Coming soon to the Northeast… Annual Bluegrass Weevil
Annual bluegrass weevil (previously known as Hyperodes weevil) will be a primary focus of golf course superintendents in the northeastern United States who manage annual bluegrass turf. The annual bluegrass weevil (Listronotus maculicolis) has been reported in New England, New York, New Jersey, Maryland, Delaware, Virginia, North Carolina, West Virginia, Pennsylvania and eastern Ohio. The annual bluegrass weevil overwinters as an adult under leaf litter around bushes and trees often in the rough areas. In early spring, usually in April, the adult weevils will move from the rough areas on to annual bluegrass fairways and greens.
Figure 1: Annual bluegrass weevil damage on a putting green.
As annual bluegrass weevils move across the fairways and greens, the females will chew a small hole at the base of the stem to deposit, on average two eggs. The eggs hatch producing larvae that chew their way further into the stem. Moving from stem to stem, the larvae hollow out the stems as they chew down through the crown. Often sawdust like material called frass is left behind. This frass is a sign of this pest.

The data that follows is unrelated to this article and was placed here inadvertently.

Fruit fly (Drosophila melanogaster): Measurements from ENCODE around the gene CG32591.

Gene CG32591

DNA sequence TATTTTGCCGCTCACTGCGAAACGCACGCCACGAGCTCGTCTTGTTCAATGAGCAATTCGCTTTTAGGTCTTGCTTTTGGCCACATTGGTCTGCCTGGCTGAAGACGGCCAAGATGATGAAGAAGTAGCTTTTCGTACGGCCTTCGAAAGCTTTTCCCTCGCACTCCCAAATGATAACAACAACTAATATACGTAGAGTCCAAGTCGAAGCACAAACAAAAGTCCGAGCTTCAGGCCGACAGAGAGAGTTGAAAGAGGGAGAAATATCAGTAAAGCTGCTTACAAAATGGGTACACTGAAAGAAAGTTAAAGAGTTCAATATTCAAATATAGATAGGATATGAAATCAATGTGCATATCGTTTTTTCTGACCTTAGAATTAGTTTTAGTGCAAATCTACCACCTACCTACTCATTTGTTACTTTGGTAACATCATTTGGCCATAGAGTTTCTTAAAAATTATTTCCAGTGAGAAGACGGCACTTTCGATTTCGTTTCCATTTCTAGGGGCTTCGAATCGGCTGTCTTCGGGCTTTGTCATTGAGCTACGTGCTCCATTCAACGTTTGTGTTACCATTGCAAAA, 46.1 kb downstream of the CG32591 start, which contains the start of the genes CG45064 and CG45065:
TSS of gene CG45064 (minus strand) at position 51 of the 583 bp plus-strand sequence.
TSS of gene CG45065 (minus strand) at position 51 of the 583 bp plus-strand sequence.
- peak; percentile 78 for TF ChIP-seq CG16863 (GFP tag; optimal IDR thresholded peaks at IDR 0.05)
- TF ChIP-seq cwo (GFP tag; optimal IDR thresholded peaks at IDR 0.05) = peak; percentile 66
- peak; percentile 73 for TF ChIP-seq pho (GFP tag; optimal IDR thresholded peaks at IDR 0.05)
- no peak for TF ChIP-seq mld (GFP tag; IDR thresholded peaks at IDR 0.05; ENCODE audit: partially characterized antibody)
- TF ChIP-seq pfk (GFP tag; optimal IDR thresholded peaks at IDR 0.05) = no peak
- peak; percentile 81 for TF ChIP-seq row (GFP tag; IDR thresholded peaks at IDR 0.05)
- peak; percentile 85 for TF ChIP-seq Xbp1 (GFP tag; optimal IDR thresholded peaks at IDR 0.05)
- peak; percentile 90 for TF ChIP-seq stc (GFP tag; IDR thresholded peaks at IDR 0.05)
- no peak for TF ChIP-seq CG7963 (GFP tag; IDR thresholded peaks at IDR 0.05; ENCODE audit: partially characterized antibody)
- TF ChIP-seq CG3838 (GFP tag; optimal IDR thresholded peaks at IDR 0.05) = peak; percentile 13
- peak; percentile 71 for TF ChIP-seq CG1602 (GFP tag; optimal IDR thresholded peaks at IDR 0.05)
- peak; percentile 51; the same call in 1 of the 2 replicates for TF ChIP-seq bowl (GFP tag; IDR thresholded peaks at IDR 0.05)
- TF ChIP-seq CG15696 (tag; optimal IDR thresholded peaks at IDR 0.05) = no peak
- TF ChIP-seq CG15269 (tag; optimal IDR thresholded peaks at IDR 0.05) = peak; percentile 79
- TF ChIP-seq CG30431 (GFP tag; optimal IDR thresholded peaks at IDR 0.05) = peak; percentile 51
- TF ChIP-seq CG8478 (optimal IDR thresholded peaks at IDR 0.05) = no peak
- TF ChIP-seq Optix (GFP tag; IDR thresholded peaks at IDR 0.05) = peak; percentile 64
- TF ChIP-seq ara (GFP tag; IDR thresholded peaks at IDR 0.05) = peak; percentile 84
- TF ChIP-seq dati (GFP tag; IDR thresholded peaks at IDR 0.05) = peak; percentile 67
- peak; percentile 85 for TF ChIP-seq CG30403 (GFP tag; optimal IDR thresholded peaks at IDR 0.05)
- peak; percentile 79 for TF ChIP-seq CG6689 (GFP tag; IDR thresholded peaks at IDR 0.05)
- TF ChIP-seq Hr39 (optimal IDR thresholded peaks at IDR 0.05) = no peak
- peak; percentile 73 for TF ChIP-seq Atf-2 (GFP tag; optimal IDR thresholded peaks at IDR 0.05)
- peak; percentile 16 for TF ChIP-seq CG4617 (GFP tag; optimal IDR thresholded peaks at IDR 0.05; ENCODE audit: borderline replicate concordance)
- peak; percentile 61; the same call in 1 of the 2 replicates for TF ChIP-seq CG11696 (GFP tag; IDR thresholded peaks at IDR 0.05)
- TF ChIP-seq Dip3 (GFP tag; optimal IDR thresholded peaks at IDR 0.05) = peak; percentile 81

Figure 2. Annual bluegrass weevil adults
The degree of damage caused by these larvae is dependent on the infestation level. Light infestations cause a slight yellowing and browning of the turf. Moderate infestations cause small irregular patches of dead turf and heavy attack kills turf in large areas. Damage begins to become obvious in late May or early June and is often mistaken for disease or environmental problems. Hollowed out grass stems and leaf notching are diagnostic characters.
Cultural controls in general are not very effective for annual bluegrass weevil control. Removing leaf litter from roughs especially needles under white pines, and other conifers is one practice. Chemical control through the use of insecticides can be variable with preventative treatments more effective than curative treatments.
Suggested application during spring: When the adult weevils are observed walking across the fairway or green, which may correspond with dogwood (Cornus florida L.) bloom (April), a preventative application should be made.
For more specific information on both the insect and control programs see WeevilTrak.com
About the author
Dr. Karl Danneberger is a professor of Turfgrass Science at The Ohio State University. Dr. Danneberger's contact information can be found here. You may also follow Dr. Danneberger on Twitter: